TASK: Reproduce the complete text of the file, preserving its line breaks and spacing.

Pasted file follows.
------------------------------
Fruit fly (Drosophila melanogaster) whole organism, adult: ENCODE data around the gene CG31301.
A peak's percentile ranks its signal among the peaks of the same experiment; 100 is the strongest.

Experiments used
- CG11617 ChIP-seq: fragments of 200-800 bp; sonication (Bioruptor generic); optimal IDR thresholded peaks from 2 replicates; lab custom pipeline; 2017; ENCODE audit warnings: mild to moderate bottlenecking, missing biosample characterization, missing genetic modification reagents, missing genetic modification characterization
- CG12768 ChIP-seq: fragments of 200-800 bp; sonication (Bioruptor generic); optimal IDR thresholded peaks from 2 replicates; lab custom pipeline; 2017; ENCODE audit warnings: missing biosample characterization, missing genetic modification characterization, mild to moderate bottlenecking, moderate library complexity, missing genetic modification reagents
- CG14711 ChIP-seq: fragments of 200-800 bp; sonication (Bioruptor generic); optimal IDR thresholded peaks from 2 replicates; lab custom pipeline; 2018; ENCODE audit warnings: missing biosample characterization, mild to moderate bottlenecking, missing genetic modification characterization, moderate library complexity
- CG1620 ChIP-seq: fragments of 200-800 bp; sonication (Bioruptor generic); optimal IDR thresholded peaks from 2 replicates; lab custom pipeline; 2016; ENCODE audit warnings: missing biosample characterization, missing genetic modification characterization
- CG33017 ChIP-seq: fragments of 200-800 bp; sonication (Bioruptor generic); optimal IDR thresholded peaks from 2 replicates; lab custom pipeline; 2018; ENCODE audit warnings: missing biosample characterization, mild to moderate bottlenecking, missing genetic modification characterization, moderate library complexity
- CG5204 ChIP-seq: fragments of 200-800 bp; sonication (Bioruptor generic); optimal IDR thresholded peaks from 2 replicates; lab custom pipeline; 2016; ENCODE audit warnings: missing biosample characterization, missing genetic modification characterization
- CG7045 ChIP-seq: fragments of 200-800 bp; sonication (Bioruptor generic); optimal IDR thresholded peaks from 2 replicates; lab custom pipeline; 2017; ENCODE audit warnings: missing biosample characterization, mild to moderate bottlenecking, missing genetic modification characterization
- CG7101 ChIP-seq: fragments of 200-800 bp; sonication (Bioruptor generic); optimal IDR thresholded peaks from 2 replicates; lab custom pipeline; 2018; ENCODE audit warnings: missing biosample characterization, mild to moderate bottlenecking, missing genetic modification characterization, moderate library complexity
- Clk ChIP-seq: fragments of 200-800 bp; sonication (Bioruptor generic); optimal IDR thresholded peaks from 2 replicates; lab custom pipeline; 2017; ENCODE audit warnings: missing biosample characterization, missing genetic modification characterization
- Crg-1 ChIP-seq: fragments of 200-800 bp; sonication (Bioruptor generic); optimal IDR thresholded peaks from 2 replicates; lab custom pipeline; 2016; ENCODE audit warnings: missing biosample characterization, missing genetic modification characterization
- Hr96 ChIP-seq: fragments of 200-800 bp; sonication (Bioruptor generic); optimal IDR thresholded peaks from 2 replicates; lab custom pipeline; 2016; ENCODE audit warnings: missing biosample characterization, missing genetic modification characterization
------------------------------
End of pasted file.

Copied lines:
Fruit fly (Drosophila melanogaster) whole organism, adult: ENCODE data around the gene CG31301.
A peak's percentile ranks its signal among the peaks of the same experiment; 100 is the strongest.

Experiments used
- CG11617 ChIP-seq: fragments of 200-800 bp; sonication (Bioruptor generic); optimal IDR thresholded peaks from 2 replicates; lab custom pipeline; 2017; ENCODE audit warnings: mild to moderate bottlenecking, missing biosample characterization, missing genetic modification reagents, missing genetic modification characterization
- CG12768 ChIP-seq: fragments of 200-800 bp; sonication (Bioruptor generic); optimal IDR thresholded peaks from 2 replicates; lab custom pipeline; 2017; ENCODE audit warnings: missing biosample characterization, missing genetic modification characterization, mild to moderate bottlenecking, moderate library complexity, missing genetic modification reagents
- CG14711 ChIP-seq: fragments of 200-800 bp; sonication (Bioruptor generic); optimal IDR thresholded peaks from 2 replicates; lab custom pipeline; 2018; ENCODE audit warnings: missing biosample characterization, mild to moderate bottlenecking, missing genetic modification characterization, moderate library complexity
- CG1620 ChIP-seq: fragments of 200-800 bp; sonication (Bioruptor generic); optimal IDR thresholded peaks from 2 replicates; lab custom pipeline; 2016; ENCODE audit warnings: missing biosample characterization, missing genetic modification characterization
- CG33017 ChIP-seq: fragments of 200-800 bp; sonication (Bioruptor generic); optimal IDR thresholded peaks from 2 replicates; lab custom pipeline; 2018; ENCODE audit warnings: missing biosample characterization, mild to moderate bottlenecking, missing genetic modification characterization, moderate library complexity
- CG5204 ChIP-seq: fragments of 200-800 bp; sonication (Bioruptor generic); optimal IDR thresholded peaks from 2 replicates; lab custom pipeline; 2016; ENCODE audit warnings: missing biosample characterization, missing genetic modification characterization
- CG7045 ChIP-seq: fragments of 200-800 bp; sonication (Bioruptor generic); optimal IDR thresholded peaks from 2 replicates; lab custom pipeline; 2017; ENCODE audit warnings: missing biosample characterization, mild to moderate bottlenecking, missing genetic modification characterization
- CG7101 ChIP-seq: fragments of 200-800 bp; sonication (Bioruptor generic); optimal IDR thresholded peaks from 2 replicates; lab custom pipeline; 2018; ENCODE audit warnings: missing biosample characterization, mild to moderate bottlenecking, missing genetic modification characterization, moderate library complexity
- Clk ChIP-seq: fragments of 200-800 bp; sonication (Bioruptor generic); optimal IDR thresholded peaks from 2 replicates; lab custom pipeline; 2017; ENCODE audit warnings: missing biosample characterization, missing genetic modification characterization
- Crg-1 ChIP-seq: fragments of 200-800 bp; sonication (Bioruptor generic); optimal IDR thresholded peaks from 2 replicates; lab custom pipeline; 2016; ENCODE audit warnings: missing biosample characterization, missing genetic modification characterization
- Hr96 ChIP-seq: fragments of 200-800 bp; sonication (Bioruptor generic); optimal IDR thresholded peaks from 2 replicates; lab custom pipeline; 2016; ENCODE audit warnings: missing biosample characterization, missing genetic modification characterization